Boy’s Anti-Bullying Video is Breaking the Internet for All the Right Reasons

Keaton Jones is a boy from Tennessee with a message. And it’s one that every child, parent, teacher and human being needs to hear. 

Please, if you haven’t seen it already, take two minutes of your time to listen to what Keaton has to say. It may be the incentive we need to talk to our kids about bullying and to ensure no child is made to feel like this again.

Like many kids, Keaton Jones is bullied at school. Kids call him ugly. They tell him he has no friends. They pour milk over his head and throw bread at him.

Like many kids Keaton is left feeling confused, scared, alone and unsure of what to do.

But, unlike most kids, Keaton has decided to speak out. From the front seat of his mother’s car, Keaton’s tear-streaked face and meaningful message proves just how awful bullying can be. And just how important it is that this type of behaviour stops.

‘It’s not okay’

After Keaton’s mum, Kimberly, picked her son up from school early, Keaton requested that she film him. With tears in his eyes, Keaton turns to his mother to explain what has been happening at school.

Kimberly posted the video to her Facebook page on Friday, with this message: “For the record, Keaton asked to do this AFTER he had he me pick him up AGAIN because he was afraid to go to lunch.

We all know how it feels to want to belong, but only a select few know how it really feels not to belong anywhere.”

We will warn you now that it is quite an emotionally-charged video.


As Keaton explains, “They make fun of my nose, they call me ugly. They say I have no friends.”

Kids pour milk over his head. They put ham down his pants. They throw bread at him during lunch. It’s heartbreaking, yes, but, as Keaton reminds us, it’s happening to kids everywhere. And it’s absolutely pointless.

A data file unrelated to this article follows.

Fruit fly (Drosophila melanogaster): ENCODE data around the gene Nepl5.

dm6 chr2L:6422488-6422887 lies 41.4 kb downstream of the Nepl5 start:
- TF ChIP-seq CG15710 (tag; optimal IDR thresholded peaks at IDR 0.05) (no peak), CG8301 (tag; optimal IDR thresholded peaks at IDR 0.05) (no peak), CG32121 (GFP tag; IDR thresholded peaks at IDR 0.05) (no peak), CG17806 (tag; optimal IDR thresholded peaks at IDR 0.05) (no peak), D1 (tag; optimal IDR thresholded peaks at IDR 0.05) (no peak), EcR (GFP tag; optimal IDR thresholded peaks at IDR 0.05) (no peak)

“Just out of curiosity, why do they bully?  What’s the point of it? I don’t like that they do it to me. And I, for sure, don’t like that they do it to other people, cause it’s not okay!

“People who are different don’t need to be criticised about it. It’s not their fault.”

Support pours in for Keaton

The response to the video has been overwhelming. With close to 400,000 shares and 20 million views in just a few days, Keaton’s powerful message is clearly hitting home with people around the world from all walks of life.

Celebrities, from Katy Perry to Ricky Martin, have even reached out to him through Twitter, offering to be his mate and calling out those bullies.

Keaton has received invites to UFC fights, basketball games, baseball games, even The Avengers premiere by Captain America himself, Chris Evans.

Of course, Keaton didn’t do this for fame. He didn’t expect his video to go viral or to trend on Twitter. He did this to shed light on a shitty situation, one that countless kids are in. And to ask those bullies, and society in general, why?

“Why do you find joy in taking innocent people and finding a way to be mean to them? It’s not okay.”

No, it’s really not. We commend Keaton on being brave enough to speak out and share his story. It got the world talking, tweeting and (hopefully) taking action to put a stop to bullying.

If you need a reminder about how devastating the consequences of bullying can be, read our article about Libby Bell, the 13-year-old Adelaide girl who killed herself after bullies made her life hell.

And if you suspect your child is being bullied, contact the National Centre Against Bullying.

Avatar of Jenna Galley

Born and raised in Canada, Jenna now lives in Far North Queensland with her tribe. When the mum-of-three is not writing, you can find her floating in the pool, watching princess movies, frolicking on the beach, bouncing her baby to sleep or nagging her older kids to put on their pants.

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